Paper short abstract:
Dragonfly Eyes transforms CCTV footage into narrative film, using voiceover to construct continuity. The methodology posits that this disciplinary technology is fluid and indeterminate. The film tests the limits of observation and considers the sensuous and relational moments captured by this gaze.
Paper long abstract:
Dragonfly Eyes (2017) by artist Xu Bing, explores surveillance society in China through the transmutation of CCTV footage into a narrative film about a tragic love story. It uses voiceover narration and editing to give a sense of continuity, splicing together over 10,000 hours of real surveillance material from dashcams, video chat rooms and cameras in factories and train stations capturing accidents or workers on a clandestine smoke break. It is clear that the film’s fictional main characters, through their transformations and iterations caught by surveillance cameras in constant flux and motion, have no stable identity beyond the instructed reading decided for us through the narration. The film demonstrates the absurdity of the whole surveillance enterprise, exposing the cracks in its gaze, especially as it is most often centered on the visual, to the exclusion of sound (allowing for easy dubbing of the film with the AI narration). These gaps are gaping enough to encompass an entirely fictional narrative. Through this re-appropriation of material, Bing suggests a fluid and indeterminate reading in response to a technology used to control and discipline. Through a convergence of methodology and content, Bing’s work can be conceived of as an ethnofiction that simultaneously tests the limits of observational knowledge, in the most literal sense, and offers a generative space of speculation and a close consideration for the sensuous and relational aspects of humanity that pass before this surveillance gaze.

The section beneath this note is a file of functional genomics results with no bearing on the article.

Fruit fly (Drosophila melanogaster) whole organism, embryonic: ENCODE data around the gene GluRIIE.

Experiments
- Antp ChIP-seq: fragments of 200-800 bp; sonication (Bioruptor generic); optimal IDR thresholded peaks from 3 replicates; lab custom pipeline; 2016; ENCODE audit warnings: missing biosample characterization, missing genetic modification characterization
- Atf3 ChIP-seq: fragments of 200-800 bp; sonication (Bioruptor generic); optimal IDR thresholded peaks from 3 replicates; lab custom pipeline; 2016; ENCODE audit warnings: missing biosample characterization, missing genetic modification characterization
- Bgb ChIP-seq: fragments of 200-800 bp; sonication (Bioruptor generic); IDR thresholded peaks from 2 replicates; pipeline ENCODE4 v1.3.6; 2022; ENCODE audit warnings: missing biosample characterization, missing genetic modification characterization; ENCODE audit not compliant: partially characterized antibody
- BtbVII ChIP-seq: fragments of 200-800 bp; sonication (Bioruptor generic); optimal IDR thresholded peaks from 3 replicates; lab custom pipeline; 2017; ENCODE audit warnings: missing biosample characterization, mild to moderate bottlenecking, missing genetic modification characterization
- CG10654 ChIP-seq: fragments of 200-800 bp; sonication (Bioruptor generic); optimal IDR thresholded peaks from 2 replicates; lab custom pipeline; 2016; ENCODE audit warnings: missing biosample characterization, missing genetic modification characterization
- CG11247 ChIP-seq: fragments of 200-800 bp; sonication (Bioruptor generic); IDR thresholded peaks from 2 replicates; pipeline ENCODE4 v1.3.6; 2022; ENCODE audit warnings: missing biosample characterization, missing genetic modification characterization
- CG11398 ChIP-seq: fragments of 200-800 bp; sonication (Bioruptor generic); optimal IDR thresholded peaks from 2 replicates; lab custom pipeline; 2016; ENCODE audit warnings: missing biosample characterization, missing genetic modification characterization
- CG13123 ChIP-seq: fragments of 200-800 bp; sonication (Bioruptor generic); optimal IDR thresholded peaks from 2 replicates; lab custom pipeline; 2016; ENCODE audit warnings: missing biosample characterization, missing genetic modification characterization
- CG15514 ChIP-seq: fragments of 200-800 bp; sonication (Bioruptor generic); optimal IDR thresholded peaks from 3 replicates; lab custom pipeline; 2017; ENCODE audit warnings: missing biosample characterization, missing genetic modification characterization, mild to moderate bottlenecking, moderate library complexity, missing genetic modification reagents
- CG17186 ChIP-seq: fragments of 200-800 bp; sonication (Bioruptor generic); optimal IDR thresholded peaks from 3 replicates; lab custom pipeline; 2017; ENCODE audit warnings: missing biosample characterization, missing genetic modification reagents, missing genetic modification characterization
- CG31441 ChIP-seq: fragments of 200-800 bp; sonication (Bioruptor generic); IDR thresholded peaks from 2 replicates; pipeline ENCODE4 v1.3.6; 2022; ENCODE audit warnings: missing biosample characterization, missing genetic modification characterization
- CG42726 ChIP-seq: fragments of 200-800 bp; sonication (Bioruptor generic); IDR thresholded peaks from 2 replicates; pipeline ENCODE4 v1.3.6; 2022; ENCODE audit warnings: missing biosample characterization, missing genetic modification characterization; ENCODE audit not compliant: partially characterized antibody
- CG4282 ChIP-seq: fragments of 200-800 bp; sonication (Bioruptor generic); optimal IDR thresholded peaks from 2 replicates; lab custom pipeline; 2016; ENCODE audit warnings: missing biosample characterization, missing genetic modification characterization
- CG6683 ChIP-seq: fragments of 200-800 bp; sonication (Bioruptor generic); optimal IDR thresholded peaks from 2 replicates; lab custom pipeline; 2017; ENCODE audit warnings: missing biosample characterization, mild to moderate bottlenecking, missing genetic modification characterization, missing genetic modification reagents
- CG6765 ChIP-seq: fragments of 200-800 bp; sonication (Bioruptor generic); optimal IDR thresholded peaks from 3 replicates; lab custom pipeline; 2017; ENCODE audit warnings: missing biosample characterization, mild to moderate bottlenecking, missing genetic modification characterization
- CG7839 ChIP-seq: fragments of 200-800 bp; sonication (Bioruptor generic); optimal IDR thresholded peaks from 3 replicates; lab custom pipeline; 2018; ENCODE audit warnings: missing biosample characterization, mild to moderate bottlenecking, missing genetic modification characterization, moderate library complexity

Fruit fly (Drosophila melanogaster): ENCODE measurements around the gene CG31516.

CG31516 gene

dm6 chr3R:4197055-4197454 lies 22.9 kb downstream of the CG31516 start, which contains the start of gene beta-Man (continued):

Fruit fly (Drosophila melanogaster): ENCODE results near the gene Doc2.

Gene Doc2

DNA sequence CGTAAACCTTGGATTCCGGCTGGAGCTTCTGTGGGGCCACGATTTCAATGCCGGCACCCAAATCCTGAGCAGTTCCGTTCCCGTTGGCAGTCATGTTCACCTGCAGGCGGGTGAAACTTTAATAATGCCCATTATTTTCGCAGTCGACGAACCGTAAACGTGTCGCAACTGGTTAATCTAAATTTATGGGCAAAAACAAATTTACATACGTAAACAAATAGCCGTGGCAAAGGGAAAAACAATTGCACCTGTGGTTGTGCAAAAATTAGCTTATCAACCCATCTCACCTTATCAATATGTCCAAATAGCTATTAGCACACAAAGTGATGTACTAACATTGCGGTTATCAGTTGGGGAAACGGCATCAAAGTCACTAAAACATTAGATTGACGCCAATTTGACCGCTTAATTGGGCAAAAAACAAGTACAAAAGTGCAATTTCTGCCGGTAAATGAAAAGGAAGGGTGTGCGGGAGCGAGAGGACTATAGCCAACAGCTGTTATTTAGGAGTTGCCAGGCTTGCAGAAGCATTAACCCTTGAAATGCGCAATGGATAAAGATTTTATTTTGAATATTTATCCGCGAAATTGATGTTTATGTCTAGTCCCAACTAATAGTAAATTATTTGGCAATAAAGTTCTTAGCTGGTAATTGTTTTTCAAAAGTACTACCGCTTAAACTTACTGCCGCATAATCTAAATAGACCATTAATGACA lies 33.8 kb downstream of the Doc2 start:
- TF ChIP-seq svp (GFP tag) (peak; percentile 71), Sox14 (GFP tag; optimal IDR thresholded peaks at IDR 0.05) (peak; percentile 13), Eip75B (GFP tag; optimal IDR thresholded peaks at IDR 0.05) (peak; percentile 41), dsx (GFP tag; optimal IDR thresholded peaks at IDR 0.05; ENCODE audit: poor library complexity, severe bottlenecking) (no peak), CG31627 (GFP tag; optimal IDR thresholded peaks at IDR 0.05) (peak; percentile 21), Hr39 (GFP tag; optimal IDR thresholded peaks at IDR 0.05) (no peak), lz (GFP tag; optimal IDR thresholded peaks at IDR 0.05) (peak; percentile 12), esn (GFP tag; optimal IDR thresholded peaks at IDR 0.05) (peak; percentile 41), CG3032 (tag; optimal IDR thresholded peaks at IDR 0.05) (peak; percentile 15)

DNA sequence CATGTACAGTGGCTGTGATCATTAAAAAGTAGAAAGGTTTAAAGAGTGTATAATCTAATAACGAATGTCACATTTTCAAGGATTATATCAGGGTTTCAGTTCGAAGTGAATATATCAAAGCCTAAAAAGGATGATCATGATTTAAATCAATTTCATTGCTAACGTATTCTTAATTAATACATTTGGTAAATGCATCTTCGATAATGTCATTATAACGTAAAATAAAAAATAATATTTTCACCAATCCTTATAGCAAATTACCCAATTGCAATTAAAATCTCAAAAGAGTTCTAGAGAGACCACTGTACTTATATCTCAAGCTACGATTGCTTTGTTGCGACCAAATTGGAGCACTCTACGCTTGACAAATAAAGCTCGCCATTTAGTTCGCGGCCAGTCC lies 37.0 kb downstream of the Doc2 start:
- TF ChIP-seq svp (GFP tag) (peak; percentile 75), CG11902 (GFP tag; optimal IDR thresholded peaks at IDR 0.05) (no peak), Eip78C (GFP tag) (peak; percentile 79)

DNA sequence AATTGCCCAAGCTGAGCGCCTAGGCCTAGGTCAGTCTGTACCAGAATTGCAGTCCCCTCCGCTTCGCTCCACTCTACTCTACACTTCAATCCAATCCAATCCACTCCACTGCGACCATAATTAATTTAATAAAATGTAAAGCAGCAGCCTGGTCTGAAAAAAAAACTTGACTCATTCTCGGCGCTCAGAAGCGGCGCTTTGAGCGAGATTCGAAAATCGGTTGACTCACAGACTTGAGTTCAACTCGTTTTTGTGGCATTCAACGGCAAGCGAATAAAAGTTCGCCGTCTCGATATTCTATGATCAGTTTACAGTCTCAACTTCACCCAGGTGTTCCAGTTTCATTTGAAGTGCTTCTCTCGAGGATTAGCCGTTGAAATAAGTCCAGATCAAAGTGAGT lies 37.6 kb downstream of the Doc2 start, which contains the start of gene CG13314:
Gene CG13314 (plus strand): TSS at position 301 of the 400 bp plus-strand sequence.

The limits of observation: ethnofiction and documentary horizons
Session 1 Friday 10 March, 2023, -